“NRC inspectors have identified code compliance issues with the rebar design of the basemat and walls, which delayed pouring concrete for the ‘nuclear islands,’ or bases, of the reactors,” Macfarlane said Feb. 28 in testimony before a subcommittee of the House Energy and Commerce Committee. She said the problems were being resolved and that the companies were planning to start pouring concrete in March.
Despite the relatively stagnant growth of U.S. nuclear power plants, the industry has found ways to maintain its roughly 20 percent share of electricity generation. The NRC has issued 73 license renewals for plants, and operators have figured out ways to improve efficiency and add the equivalent of 24 new 1,000-megawatt units over the past 20 years, according to Farrell.
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Many companies are also talking about the possibility of turning to smaller, cheaper reactors. Macfarlane said she expects an application for design certification in 2014.
The NRC is tightening up guidelines for existing U.S. plants as a result of the Fukushima disaster, adding safeguards and measurement devices for spent fuel pools; ordering hardened, more-reliable vents from containment buildings; and requiring greater emergency communications — all areas that failed at Fukushima.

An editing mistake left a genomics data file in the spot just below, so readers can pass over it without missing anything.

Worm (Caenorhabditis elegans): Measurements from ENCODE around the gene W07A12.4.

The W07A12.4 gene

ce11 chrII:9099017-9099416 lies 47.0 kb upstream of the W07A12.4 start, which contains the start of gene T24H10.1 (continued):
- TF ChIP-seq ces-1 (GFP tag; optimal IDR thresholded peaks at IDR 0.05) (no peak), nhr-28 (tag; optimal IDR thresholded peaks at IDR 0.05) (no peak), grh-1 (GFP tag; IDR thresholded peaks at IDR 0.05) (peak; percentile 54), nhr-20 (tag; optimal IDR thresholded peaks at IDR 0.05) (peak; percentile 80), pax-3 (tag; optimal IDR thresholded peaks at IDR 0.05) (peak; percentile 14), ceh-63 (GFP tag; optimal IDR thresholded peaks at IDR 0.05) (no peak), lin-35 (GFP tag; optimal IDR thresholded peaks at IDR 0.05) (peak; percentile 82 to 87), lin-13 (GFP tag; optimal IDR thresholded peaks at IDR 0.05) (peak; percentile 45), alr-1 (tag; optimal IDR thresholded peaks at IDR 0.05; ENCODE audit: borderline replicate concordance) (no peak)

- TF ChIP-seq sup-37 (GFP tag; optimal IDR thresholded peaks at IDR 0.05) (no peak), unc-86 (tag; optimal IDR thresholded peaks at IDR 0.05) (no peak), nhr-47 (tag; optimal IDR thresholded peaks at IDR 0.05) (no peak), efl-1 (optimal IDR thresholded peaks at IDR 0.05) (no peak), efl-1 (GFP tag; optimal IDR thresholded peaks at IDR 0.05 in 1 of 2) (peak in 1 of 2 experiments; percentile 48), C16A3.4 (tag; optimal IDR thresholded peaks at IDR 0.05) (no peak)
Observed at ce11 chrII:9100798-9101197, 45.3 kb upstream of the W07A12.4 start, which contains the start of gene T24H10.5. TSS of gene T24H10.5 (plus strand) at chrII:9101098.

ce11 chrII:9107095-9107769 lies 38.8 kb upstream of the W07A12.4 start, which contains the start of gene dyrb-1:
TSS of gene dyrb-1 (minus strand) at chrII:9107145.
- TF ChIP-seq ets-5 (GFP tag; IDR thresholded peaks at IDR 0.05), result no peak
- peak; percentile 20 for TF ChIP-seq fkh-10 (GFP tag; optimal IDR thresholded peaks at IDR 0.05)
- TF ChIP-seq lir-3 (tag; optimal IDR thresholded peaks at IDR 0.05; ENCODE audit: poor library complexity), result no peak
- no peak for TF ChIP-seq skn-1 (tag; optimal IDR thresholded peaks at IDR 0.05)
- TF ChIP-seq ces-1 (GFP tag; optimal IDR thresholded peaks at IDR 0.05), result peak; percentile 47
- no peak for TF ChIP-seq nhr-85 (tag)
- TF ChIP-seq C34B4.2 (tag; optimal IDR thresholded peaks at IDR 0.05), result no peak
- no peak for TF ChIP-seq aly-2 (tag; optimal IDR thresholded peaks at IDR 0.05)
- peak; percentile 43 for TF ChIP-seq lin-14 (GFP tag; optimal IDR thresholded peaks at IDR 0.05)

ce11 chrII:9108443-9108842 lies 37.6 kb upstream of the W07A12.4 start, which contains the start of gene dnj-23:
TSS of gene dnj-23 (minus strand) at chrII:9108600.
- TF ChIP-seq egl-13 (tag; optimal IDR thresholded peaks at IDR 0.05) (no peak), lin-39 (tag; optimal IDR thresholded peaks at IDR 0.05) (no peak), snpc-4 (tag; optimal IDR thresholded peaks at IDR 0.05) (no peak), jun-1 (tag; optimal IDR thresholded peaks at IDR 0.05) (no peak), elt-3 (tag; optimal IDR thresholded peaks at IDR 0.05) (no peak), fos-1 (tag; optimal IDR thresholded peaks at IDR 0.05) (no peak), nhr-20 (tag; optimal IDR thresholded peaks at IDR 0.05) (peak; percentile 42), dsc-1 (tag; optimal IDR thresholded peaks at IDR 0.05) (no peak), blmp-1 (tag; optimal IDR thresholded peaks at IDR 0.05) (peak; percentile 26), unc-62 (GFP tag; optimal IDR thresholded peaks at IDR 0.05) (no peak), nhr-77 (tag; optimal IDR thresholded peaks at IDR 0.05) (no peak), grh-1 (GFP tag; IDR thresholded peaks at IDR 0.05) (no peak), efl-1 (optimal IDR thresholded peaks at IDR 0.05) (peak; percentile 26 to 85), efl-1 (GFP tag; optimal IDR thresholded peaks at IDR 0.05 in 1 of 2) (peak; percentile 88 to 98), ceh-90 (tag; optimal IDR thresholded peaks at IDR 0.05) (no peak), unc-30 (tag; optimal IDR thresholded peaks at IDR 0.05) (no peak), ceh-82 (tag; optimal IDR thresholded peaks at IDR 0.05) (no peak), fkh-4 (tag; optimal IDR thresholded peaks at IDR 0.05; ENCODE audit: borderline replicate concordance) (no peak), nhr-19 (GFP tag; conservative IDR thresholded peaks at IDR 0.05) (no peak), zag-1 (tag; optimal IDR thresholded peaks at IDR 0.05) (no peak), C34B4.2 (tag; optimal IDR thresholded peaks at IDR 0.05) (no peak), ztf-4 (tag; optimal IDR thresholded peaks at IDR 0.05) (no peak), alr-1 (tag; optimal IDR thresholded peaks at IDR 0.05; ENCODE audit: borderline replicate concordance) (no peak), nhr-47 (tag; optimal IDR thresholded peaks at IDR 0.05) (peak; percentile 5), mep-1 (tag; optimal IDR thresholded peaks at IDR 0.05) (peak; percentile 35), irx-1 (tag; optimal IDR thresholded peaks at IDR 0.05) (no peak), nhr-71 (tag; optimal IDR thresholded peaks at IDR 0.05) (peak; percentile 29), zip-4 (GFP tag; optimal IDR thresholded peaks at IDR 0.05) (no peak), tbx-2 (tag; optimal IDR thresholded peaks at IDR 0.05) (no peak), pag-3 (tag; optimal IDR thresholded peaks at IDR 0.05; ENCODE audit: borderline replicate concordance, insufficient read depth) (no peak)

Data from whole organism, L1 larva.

Utilities are already adding new backup generators at or near reactor sites to make sure power to plants does not fail as it did in Fukushima.
Some nuclear industry executives are already raising concerns about the cost of the post-Fukushima proposals, but Macfarlane plans to push ahead.
In December, she visited Fukushima.
“I was at loss for words,” she said. “It was awesome in a way, but in the negative sense, to see these villages. Everything is there. The gas stations, little shops but nobody there, and weeds taking over parking lots. A nice garden with dry dead stuff. Weeds growing over the train tracks.” At the nuclear site, she surveyed tsunami debris and “the rusting carcasses of overturned trucks.”
Macfarlane said the lesson for the NRC might be to raise the level of the urgency it gives to considering rare events, including tornado hazards. “You might fold climate change into this,” she said.